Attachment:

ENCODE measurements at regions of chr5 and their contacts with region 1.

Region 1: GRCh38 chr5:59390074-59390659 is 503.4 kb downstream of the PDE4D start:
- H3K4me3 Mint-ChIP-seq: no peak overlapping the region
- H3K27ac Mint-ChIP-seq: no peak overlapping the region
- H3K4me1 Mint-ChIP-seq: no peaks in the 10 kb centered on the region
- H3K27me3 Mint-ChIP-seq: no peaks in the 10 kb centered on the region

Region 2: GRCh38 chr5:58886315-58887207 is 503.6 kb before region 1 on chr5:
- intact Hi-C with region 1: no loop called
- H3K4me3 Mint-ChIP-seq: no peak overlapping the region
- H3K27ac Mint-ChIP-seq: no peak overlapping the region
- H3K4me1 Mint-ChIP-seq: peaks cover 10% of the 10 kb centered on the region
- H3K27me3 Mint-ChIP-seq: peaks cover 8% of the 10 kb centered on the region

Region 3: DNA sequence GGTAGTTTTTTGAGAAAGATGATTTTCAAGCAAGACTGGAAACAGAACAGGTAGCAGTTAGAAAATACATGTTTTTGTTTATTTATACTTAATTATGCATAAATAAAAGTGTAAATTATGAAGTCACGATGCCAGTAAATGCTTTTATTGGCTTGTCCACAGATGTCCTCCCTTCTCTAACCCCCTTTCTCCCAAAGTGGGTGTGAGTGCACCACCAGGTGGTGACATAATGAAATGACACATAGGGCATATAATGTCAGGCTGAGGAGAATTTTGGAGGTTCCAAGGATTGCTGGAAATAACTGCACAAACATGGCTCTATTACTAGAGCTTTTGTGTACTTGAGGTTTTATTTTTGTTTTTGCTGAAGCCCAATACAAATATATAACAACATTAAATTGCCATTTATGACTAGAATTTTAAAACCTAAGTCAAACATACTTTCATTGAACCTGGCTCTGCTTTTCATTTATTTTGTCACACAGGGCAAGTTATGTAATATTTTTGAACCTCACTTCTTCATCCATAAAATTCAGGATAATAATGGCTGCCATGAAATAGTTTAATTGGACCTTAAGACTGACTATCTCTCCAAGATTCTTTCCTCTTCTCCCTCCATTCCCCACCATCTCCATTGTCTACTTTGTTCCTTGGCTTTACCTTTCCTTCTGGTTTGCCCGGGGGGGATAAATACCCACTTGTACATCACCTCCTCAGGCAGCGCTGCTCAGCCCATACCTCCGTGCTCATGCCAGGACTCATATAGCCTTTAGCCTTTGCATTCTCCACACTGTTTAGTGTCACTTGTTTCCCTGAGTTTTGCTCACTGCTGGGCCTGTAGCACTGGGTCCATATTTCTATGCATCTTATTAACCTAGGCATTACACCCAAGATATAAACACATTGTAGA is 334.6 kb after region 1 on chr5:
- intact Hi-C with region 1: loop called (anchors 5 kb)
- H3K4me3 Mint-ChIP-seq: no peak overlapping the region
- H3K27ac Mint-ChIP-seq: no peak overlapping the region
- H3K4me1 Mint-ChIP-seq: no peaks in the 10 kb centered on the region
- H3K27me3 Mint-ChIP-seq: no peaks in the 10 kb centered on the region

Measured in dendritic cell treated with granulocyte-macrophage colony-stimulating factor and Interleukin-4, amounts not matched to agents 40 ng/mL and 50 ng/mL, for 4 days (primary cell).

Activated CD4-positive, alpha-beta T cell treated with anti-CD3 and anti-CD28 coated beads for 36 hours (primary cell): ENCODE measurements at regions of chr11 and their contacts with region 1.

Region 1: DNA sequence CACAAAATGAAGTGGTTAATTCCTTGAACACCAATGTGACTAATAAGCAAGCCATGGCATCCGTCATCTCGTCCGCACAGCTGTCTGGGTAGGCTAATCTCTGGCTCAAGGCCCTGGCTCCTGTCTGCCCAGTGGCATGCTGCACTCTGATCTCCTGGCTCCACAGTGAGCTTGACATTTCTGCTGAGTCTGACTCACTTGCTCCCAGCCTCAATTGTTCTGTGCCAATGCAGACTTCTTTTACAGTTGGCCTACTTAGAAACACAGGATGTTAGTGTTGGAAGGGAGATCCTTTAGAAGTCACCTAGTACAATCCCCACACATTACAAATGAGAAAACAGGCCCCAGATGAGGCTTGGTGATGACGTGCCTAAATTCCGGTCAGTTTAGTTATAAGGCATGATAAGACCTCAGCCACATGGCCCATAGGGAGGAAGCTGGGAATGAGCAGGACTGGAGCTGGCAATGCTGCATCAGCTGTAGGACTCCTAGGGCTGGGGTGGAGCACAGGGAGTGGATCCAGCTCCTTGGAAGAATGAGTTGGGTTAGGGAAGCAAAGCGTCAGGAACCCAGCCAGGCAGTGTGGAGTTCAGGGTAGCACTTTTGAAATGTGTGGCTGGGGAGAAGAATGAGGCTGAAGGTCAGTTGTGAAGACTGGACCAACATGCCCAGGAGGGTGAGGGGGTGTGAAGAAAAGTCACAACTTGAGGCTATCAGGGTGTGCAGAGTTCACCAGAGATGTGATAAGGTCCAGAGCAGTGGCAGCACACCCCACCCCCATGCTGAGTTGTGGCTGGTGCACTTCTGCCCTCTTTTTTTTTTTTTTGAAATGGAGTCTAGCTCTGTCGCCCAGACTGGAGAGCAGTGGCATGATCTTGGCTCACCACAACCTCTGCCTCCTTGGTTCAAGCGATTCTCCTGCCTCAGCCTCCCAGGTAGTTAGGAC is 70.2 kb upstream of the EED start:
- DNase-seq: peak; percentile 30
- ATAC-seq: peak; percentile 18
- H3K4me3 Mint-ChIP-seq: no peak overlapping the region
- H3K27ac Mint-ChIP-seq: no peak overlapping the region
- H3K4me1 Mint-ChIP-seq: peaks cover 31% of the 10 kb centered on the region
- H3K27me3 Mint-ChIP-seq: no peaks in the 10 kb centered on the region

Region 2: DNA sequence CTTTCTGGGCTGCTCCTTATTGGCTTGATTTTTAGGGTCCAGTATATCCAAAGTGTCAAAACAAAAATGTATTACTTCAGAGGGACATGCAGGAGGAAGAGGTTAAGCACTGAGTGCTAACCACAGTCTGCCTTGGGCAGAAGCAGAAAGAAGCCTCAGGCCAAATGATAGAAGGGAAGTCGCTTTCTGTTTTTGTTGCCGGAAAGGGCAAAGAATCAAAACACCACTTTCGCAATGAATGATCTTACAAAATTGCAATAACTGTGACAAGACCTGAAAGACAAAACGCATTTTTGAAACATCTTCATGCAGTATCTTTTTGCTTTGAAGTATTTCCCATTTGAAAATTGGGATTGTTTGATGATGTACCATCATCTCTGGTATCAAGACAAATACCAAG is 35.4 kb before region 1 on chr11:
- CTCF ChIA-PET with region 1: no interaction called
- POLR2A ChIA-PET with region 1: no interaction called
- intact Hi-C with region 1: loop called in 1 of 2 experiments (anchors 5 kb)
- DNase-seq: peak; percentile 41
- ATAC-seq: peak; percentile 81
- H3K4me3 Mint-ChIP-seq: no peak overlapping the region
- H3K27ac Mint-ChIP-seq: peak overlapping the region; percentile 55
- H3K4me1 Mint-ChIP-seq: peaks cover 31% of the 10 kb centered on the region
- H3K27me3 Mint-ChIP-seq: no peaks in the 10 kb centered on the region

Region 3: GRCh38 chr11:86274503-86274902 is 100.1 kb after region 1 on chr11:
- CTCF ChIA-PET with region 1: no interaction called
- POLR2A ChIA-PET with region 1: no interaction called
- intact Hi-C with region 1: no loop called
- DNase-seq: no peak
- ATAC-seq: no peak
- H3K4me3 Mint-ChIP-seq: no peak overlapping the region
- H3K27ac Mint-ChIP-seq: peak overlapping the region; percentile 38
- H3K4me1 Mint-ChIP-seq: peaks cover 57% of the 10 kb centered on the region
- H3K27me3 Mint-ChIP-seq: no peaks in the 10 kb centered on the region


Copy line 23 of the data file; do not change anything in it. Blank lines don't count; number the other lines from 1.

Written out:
- ATAC-seq: peak; percentile 18